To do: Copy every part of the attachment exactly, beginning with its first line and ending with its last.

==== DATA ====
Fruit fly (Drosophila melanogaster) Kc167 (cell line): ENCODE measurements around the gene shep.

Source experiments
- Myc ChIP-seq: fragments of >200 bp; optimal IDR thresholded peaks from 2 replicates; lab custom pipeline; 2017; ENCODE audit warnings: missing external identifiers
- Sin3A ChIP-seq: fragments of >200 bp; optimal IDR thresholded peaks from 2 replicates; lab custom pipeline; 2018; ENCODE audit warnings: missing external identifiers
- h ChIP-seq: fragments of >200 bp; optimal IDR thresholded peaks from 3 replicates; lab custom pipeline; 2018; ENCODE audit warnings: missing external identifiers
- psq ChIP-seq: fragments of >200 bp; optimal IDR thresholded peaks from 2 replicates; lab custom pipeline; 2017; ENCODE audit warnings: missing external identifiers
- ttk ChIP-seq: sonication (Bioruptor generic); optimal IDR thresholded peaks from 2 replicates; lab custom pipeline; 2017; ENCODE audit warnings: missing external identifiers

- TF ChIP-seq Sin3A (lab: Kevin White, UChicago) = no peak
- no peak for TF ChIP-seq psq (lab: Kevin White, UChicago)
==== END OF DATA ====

Fruit fly (Drosophila melanogaster) Kc167 (cell line): ENCODE measurements around the gene shep.

Source experiments
- Myc ChIP-seq: fragments of >200 bp; optimal IDR thresholded peaks from 2 replicates; lab custom pipeline; 2017; ENCODE audit warnings: missing external identifiers
- Sin3A ChIP-seq: fragments of >200 bp; optimal IDR thresholded peaks from 2 replicates; lab custom pipeline; 2018; ENCODE audit warnings: missing external identifiers
- h ChIP-seq: fragments of >200 bp; optimal IDR thresholded peaks from 3 replicates; lab custom pipeline; 2018; ENCODE audit warnings: missing external identifiers
- psq ChIP-seq: fragments of >200 bp; optimal IDR thresholded peaks from 2 replicates; lab custom pipeline; 2017; ENCODE audit warnings: missing external identifiers
- ttk ChIP-seq: sonication (Bioruptor generic); optimal IDR thresholded peaks from 2 replicates; lab custom pipeline; 2017; ENCODE audit warnings: missing external identifiers

- TF ChIP-seq Sin3A (lab: Kevin White, UChicago) = no peak
- no peak for TF ChIP-seq psq (lab: Kevin White, UChicago)